GROW! Marketing and Public Relations Tips

5 Ways to Reinvent the Press Release with SEO using social media

Posted by Lynne Whelan on Fri, Jun 8, 2012 @ 3:21 PM
You have your company site up, and taken the dive into the social media pool. And you're ready to craft attention grabbing press releases that will attract journalists, customers and influencers to your website. 
Or maybe you're already a whiz at putting pen to paper and sharing your company's accomplishments, and know you need to up the ante to get  the biggest bang out of SEO (search engine optimization).


How do we get those 'spiders' to love hanging out on our web and sticking onto our releases? 
The answer? Breathe in new life with a few easy steps. 
It's said that a picture is worth a thousand words. In 5 Ways to Reinvent the Press Release With SEO, author Venessa Bugasch writes on PRNews that pictures, video and other multimedia get at least 80% more searchable traffic than text-only releases.

She says creating your own video is easy and appealing. Think YouTube, not Hollywood, and have fun sharing your company's product and messages.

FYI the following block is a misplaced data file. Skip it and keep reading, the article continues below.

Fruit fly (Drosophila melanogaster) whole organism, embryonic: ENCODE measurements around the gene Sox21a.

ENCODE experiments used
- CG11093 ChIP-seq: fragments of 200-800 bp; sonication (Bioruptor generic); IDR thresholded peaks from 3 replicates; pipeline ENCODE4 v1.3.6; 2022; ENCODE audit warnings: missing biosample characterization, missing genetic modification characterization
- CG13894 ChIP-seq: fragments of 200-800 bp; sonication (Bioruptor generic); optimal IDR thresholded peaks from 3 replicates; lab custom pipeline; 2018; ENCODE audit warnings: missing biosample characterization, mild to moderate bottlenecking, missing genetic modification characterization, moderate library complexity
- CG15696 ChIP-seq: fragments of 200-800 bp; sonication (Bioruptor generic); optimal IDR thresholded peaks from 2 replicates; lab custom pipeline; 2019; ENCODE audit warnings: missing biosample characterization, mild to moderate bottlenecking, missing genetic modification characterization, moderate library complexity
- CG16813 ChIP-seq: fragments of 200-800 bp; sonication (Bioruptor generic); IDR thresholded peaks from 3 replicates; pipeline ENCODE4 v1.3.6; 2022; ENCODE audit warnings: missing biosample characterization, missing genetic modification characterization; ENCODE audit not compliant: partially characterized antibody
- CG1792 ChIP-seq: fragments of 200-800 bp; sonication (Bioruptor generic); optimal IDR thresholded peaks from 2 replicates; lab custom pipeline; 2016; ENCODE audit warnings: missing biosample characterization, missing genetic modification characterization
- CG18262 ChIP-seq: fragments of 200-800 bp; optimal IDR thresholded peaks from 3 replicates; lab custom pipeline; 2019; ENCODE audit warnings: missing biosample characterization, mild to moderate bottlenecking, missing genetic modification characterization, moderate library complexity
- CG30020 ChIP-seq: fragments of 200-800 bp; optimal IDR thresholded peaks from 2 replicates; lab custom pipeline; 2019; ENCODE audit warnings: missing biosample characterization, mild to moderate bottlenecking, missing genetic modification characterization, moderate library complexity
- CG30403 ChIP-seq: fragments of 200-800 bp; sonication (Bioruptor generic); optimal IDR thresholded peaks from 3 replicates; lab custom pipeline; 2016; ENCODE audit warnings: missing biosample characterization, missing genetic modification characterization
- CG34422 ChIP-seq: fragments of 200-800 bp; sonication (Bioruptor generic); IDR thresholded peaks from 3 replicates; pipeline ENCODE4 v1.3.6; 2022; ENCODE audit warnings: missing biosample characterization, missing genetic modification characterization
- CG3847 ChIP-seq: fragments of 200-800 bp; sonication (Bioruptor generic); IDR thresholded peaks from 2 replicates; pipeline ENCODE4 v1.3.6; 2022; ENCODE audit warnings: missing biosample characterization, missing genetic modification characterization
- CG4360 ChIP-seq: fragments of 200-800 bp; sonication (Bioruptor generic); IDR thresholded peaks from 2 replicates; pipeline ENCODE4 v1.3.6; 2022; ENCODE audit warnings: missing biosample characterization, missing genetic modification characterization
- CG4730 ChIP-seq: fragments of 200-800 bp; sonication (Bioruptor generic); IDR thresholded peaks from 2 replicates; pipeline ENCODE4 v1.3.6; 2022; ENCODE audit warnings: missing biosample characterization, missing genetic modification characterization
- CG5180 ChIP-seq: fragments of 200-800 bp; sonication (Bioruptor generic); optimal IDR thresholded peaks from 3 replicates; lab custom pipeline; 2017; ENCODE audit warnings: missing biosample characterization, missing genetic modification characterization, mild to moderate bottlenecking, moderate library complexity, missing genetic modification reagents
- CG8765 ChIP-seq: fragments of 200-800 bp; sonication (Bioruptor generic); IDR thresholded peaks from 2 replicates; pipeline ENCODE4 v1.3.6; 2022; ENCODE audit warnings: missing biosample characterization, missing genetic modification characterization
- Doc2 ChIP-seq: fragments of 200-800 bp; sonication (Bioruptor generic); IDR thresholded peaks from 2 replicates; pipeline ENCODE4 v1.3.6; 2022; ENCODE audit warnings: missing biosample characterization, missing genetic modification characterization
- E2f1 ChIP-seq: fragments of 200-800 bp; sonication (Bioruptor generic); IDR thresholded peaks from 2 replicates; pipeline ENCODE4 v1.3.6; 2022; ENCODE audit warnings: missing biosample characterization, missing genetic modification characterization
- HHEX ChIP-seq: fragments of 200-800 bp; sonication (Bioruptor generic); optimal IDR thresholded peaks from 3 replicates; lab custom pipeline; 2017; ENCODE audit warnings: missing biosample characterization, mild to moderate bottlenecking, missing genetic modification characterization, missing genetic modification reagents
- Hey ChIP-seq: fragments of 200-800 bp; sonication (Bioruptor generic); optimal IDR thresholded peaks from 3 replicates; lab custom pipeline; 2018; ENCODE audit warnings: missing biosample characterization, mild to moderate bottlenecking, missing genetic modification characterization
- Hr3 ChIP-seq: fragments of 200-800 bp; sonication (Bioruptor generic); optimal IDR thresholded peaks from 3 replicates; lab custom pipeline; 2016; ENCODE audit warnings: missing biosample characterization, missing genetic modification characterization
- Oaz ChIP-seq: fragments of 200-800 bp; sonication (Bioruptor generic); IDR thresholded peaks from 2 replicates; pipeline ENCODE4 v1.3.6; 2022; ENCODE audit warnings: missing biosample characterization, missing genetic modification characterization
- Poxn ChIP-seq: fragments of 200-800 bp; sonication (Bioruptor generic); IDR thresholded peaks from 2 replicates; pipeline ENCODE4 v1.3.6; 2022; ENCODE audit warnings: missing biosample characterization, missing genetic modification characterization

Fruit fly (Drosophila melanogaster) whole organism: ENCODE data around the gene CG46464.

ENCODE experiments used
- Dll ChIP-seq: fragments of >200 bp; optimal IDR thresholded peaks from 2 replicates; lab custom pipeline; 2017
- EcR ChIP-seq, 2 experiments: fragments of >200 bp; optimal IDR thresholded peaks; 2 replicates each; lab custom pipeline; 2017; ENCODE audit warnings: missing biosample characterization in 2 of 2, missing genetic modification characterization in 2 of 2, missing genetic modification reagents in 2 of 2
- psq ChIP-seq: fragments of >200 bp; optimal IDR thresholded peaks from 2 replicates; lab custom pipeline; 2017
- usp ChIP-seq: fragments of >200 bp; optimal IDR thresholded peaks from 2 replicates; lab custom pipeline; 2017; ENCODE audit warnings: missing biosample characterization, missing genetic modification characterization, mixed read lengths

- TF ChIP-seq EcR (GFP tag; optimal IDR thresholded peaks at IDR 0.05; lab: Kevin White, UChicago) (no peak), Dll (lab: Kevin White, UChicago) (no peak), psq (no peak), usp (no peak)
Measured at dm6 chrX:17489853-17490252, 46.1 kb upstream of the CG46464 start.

If you're a bit hesitant to plunge into video production, she recommends at the very least, to add visuals – images, charts, logos - that support your product, message or campaign.
Here are 4 more tips from Venessa:

1. Choose the Right Keywords
Search engines think like your audience. Before you begin to write, know the keywords or phrases that will drive them to the news release and motivate them to click through to pages on your Web site. Do basic keyword research on sites like Google AdWords, Wordtracker or Keyword Discovery.

2. Use Your 'Heads'
Use one to two keywords in the headline and subhead. Search engine spiders read left to right, so take that into account as you compose your headlines and your first paragraph. Use no more than 200 characters in the summary or subhead.

3. Optimize From the Top Down
Spiders also read from the top down. Using keywords in the first two paragraphs makes a much bigger impact than using them lower down. As you write, think in sound bites, like 140-character tweets.

4. Don’t Over-Link
As with keywords, don’t overdo anchor text, as it causes confusion and dilutes the impact of the links themselves. Offer two to three links for a 400-word press release.

These are great and practical tips that are easy to implement. Let us know how they work for you!
Thanks, Venessa Bugasch! She's senior VP of global marketing at Cision - our PR tools provider. Follow her: @vanessabugasch.

Topics: Public relations, press releases, SEO, Garden Media Group, marketing

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